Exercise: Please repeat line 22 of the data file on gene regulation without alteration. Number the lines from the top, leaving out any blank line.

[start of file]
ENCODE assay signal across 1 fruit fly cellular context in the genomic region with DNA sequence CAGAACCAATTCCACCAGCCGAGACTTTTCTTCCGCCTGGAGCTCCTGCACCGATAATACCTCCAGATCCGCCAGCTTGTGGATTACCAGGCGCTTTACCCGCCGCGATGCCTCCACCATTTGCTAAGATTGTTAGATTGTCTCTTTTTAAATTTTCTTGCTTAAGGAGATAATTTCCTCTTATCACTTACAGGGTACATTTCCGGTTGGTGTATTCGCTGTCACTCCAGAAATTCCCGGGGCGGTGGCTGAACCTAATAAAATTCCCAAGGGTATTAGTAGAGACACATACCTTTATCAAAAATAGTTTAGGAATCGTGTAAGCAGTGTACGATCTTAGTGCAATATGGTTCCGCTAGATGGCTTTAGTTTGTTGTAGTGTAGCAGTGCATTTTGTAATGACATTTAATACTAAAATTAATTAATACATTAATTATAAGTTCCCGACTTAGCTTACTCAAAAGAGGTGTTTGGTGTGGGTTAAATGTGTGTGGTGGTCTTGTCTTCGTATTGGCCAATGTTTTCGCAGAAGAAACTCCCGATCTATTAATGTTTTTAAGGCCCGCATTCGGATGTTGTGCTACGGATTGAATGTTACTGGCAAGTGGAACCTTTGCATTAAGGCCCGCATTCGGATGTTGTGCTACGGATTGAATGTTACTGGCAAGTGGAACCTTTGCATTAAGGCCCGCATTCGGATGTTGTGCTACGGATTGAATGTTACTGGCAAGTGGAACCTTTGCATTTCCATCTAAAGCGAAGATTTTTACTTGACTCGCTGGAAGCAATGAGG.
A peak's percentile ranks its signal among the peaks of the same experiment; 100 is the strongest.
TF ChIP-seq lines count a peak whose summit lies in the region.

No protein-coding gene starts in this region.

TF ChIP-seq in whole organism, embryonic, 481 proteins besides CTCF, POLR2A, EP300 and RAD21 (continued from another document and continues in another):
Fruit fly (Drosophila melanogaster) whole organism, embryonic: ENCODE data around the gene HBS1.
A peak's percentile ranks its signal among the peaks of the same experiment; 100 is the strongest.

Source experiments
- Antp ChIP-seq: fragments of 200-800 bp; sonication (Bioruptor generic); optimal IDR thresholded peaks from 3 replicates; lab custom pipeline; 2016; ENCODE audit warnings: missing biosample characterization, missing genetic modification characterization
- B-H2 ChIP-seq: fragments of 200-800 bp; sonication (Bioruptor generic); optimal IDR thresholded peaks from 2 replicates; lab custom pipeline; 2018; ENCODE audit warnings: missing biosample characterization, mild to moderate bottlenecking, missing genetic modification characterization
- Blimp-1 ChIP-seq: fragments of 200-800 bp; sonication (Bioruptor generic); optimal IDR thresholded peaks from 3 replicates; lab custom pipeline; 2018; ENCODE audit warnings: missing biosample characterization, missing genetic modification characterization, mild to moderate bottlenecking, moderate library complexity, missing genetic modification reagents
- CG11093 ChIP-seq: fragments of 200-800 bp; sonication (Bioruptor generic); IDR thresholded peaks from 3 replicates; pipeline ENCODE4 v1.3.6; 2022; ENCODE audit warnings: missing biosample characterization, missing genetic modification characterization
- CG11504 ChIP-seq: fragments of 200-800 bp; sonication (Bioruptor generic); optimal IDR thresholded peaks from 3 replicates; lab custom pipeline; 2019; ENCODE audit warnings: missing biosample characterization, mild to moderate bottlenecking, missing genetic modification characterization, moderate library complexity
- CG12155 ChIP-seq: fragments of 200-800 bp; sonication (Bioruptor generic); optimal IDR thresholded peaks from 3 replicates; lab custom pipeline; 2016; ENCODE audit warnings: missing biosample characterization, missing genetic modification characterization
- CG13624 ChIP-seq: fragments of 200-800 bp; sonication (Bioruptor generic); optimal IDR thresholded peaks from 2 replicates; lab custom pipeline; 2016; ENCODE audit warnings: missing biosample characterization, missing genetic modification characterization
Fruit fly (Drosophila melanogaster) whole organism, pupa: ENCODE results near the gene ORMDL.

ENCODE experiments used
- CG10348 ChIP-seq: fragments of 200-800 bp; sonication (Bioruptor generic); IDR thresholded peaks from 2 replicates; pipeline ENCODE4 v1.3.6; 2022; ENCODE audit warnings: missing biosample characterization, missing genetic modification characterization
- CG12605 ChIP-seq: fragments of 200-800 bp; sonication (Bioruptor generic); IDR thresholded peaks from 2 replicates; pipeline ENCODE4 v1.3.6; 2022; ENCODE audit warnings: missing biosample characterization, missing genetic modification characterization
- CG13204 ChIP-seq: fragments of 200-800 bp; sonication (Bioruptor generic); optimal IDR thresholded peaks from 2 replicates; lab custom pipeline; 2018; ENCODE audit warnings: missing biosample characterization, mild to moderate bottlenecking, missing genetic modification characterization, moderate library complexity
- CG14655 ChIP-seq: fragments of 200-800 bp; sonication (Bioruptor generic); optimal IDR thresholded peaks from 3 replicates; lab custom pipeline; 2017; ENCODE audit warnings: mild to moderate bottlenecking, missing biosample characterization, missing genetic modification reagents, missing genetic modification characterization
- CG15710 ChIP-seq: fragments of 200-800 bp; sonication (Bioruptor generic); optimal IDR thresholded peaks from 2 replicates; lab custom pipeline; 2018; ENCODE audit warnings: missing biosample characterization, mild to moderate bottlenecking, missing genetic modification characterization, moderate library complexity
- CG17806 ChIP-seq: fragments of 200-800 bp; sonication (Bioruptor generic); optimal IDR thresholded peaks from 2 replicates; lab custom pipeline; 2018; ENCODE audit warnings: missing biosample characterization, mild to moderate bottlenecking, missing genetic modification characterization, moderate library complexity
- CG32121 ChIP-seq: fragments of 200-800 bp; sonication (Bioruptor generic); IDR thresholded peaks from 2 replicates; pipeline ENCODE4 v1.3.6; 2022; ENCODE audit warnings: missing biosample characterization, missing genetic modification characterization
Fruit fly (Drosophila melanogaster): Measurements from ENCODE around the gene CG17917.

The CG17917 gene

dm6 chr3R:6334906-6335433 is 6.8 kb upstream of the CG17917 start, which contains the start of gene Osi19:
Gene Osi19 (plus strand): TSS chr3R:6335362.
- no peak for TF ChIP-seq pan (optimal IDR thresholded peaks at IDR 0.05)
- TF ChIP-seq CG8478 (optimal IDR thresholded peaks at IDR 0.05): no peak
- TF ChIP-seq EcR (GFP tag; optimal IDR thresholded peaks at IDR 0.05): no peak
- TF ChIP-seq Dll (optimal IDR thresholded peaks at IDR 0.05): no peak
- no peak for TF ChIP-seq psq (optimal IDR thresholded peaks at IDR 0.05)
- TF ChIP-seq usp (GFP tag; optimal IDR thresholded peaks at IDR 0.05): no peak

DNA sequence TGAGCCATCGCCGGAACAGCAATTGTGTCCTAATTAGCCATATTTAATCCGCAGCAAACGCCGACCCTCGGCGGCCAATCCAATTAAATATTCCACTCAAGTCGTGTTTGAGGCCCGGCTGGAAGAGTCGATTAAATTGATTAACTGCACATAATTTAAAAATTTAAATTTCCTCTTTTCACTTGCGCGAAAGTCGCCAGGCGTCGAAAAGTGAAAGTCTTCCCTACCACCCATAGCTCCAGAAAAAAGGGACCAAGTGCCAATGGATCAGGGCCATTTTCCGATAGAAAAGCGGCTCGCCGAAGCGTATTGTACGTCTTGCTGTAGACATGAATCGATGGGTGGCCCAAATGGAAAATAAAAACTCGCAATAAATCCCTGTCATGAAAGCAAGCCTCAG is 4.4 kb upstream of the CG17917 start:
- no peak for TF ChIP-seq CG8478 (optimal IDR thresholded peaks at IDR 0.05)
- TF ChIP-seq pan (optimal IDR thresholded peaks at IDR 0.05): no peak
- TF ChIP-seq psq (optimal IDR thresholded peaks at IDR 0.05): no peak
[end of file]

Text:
- CG15710 ChIP-seq: fragments of 200-800 bp; sonication (Bioruptor generic); optimal IDR thresholded peaks from 2 replicates; lab custom pipeline; 2018; ENCODE audit warnings: missing biosample characterization, mild to moderate bottlenecking, missing genetic modification characterization, moderate library complexity